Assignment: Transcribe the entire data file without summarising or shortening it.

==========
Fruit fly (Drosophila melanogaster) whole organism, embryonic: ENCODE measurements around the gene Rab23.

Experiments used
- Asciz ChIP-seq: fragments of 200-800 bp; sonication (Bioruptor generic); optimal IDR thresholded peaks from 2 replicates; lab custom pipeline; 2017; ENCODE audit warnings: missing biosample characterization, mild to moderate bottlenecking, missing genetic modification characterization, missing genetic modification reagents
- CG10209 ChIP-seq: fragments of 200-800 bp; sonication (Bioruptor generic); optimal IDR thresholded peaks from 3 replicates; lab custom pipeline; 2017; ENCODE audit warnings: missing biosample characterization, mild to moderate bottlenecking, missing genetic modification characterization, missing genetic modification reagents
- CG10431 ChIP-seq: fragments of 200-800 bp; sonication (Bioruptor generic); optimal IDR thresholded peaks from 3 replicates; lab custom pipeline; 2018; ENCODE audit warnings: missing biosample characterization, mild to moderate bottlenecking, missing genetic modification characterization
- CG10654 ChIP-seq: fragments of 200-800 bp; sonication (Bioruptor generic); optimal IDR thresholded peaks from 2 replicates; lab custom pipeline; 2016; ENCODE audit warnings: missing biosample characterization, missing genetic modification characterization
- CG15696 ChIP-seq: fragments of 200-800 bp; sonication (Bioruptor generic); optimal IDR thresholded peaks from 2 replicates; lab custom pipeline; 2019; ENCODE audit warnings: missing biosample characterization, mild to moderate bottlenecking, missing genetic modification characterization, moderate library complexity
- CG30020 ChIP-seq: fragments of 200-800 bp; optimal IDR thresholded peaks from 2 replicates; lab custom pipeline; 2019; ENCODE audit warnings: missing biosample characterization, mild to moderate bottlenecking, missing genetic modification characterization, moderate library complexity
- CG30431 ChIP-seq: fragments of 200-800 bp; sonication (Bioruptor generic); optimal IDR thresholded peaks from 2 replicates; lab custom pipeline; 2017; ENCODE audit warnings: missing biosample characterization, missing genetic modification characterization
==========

Fruit fly (Drosophila melanogaster) whole organism, embryonic: ENCODE measurements around the gene Rab23.

Experiments used
- Asciz ChIP-seq: fragments of 200-800 bp; sonication (Bioruptor generic); optimal IDR thresholded peaks from 2 replicates; lab custom pipeline; 2017; ENCODE audit warnings: missing biosample characterization, mild to moderate bottlenecking, missing genetic modification characterization, missing genetic modification reagents
- CG10209 ChIP-seq: fragments of 200-800 bp; sonication (Bioruptor generic); optimal IDR thresholded peaks from 3 replicates; lab custom pipeline; 2017; ENCODE audit warnings: missing biosample characterization, mild to moderate bottlenecking, missing genetic modification characterization, missing genetic modification reagents
- CG10431 ChIP-seq: fragments of 200-800 bp; sonication (Bioruptor generic); optimal IDR thresholded peaks from 3 replicates; lab custom pipeline; 2018; ENCODE audit warnings: missing biosample characterization, mild to moderate bottlenecking, missing genetic modification characterization
- CG10654 ChIP-seq: fragments of 200-800 bp; sonication (Bioruptor generic); optimal IDR thresholded peaks from 2 replicates; lab custom pipeline; 2016; ENCODE audit warnings: missing biosample characterization, missing genetic modification characterization
- CG15696 ChIP-seq: fragments of 200-800 bp; sonication (Bioruptor generic); optimal IDR thresholded peaks from 2 replicates; lab custom pipeline; 2019; ENCODE audit warnings: missing biosample characterization, mild to moderate bottlenecking, missing genetic modification characterization, moderate library complexity
- CG30020 ChIP-seq: fragments of 200-800 bp; optimal IDR thresholded peaks from 2 replicates; lab custom pipeline; 2019; ENCODE audit warnings: missing biosample characterization, mild to moderate bottlenecking, missing genetic modification characterization, moderate library complexity
- CG30431 ChIP-seq: fragments of 200-800 bp; sonication (Bioruptor generic); optimal IDR thresholded peaks from 2 replicates; lab custom pipeline; 2017; ENCODE audit warnings: missing biosample characterization, missing genetic modification characterization